Increased Levels of Markers of Protein Oxidation in Bronchoalveolar Lavage Fluid from Patients With ARDS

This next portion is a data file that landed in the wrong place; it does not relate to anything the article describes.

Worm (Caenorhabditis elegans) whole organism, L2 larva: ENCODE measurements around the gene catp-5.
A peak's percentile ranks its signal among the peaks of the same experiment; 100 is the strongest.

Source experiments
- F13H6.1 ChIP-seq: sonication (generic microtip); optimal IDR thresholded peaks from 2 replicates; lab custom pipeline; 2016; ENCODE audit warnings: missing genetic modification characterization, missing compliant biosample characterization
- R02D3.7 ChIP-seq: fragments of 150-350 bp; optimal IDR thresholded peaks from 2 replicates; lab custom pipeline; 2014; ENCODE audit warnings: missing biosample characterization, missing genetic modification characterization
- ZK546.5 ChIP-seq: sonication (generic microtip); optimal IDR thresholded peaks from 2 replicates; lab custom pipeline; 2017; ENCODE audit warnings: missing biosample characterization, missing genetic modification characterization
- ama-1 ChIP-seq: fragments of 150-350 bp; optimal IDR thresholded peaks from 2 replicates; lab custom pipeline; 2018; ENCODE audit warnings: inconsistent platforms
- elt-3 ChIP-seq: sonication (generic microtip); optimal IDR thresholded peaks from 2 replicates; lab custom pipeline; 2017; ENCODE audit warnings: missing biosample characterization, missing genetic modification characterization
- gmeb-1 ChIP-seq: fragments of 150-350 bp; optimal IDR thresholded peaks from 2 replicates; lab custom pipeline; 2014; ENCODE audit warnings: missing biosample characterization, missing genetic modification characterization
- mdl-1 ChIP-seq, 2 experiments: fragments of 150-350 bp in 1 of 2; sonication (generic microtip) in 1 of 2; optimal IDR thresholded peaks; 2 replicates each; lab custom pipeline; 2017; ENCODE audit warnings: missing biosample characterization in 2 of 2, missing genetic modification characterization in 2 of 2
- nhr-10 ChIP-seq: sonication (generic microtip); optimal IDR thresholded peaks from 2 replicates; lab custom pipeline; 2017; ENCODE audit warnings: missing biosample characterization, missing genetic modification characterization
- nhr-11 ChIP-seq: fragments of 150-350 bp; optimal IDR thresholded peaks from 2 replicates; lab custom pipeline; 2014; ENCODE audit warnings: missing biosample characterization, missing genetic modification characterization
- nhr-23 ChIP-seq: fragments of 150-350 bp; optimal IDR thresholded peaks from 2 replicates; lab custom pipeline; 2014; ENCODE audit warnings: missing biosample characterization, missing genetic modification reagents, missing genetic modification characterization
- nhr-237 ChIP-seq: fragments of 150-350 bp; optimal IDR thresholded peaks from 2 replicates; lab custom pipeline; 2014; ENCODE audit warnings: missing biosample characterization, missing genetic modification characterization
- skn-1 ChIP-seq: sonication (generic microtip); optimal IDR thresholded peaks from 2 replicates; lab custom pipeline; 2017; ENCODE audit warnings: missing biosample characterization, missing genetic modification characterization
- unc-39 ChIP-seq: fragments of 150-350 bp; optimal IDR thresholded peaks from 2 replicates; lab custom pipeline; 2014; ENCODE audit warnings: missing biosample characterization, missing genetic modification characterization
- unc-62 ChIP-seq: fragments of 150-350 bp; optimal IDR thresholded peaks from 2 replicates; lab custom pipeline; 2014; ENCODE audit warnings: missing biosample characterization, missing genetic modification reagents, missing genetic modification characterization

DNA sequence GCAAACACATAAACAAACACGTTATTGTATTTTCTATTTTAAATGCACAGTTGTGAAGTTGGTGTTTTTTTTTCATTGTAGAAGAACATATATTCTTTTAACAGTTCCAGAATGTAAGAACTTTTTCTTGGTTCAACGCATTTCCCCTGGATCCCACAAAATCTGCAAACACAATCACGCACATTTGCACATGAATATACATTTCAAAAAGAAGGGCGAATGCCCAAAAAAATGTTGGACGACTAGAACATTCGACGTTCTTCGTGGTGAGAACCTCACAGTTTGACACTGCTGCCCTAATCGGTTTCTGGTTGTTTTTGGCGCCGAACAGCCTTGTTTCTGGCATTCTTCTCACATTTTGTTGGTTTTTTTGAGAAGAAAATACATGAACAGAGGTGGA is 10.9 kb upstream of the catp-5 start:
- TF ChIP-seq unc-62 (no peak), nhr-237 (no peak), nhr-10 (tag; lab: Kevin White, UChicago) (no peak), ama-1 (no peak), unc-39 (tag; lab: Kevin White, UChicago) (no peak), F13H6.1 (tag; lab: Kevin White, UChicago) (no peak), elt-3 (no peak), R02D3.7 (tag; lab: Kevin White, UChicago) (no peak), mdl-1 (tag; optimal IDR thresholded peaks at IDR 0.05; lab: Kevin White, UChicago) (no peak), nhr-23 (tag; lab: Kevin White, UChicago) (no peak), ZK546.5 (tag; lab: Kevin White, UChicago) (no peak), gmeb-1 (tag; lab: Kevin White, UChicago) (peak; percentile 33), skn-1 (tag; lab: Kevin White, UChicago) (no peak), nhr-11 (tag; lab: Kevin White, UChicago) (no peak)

The formation of reactive oxygen species (ROS), leading to increased oxidative stress has been implicated as a contributing factor to the development and progression of ARDS. Evidence of increased oxidative damage to lipids and proteins has been found in the plasma of patients with ARDS, together with low or compromised antioxidant protection. Oxidative damage to proteins and glutathione has also been observed in bronchoalveolar lavage fluid (BALF) from these patients. Plasma and BALF from ARDS patients can often have increased pro-oxidant levels. Thus, the presence of redox active iron (a catalyst for the production of reactive radicals) has been detected. Hypoxanthine (a substrate for the ROS producing enzyme xanthine oxidase) is also elevated in these patients, particularly non-survivors. ROS can arise in vivo in patients with ARDS by inflammatory cell activation, ischemia-reperfusion, and treatment with high FiO2. These processes can ultimately result in the formation of damaging ROS, such as peroxynitrite, hypochlorous acid, and the hydroxyl radical. Direct measurement of highly reactive species is not possible because of their transient nature. However, measurement of characteristic patterns of damage to biological molecules can provide evidence of their formation. We have therefore measured markers of ROS formation as:-(chlorotyrosine for hypochlorous acid, nitrotyrosine for peroxynitrite, and ortho-tyrosine for hydroxyl radicals) in BALF proteins from patients with ARDS, as well as in ventilated post operative intensive care patients, and normal healthy controls. Neutrophil activation in BALF was determined by measuring myleoperoxidase (MPO) levels. Our aim was to establish whether ROS neutrophil activation was the dominant source of ROS in patients with ARDS.